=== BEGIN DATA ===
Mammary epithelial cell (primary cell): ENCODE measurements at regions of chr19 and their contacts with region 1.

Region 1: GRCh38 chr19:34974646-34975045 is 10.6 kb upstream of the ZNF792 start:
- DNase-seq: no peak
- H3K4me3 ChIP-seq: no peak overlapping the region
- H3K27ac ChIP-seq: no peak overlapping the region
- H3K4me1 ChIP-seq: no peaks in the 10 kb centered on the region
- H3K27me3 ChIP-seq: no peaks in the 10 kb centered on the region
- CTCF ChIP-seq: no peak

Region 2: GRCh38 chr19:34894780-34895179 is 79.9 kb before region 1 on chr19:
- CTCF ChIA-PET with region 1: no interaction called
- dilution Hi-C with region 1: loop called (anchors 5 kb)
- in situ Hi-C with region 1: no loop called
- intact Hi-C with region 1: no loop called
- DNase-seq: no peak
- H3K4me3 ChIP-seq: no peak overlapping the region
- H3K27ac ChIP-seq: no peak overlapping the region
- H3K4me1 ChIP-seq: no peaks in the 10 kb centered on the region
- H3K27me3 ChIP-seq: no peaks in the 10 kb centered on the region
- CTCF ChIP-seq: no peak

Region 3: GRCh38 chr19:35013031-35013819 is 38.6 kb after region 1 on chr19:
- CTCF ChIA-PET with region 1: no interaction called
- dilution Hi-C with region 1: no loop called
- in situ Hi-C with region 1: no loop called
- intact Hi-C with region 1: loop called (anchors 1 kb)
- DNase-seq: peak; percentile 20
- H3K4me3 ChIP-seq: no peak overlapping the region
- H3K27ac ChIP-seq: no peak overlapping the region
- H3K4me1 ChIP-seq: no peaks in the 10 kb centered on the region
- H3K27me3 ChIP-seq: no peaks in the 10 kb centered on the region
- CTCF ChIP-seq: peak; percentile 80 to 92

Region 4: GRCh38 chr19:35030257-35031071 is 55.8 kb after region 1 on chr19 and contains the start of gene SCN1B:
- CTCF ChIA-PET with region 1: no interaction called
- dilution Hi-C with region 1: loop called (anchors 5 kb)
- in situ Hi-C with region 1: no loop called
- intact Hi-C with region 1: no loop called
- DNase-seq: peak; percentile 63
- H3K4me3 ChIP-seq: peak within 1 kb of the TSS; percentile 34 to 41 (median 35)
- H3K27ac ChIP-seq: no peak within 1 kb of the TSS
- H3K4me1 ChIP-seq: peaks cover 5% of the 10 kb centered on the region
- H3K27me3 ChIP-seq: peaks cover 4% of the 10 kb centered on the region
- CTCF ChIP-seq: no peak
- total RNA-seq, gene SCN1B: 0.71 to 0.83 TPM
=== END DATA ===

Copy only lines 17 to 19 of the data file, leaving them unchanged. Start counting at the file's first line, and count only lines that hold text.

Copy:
- H3K4me1 ChIP-seq: no peaks in the 10 kb centered on the region
- H3K27me3 ChIP-seq: no peaks in the 10 kb centered on the region
- CTCF ChIP-seq: no peak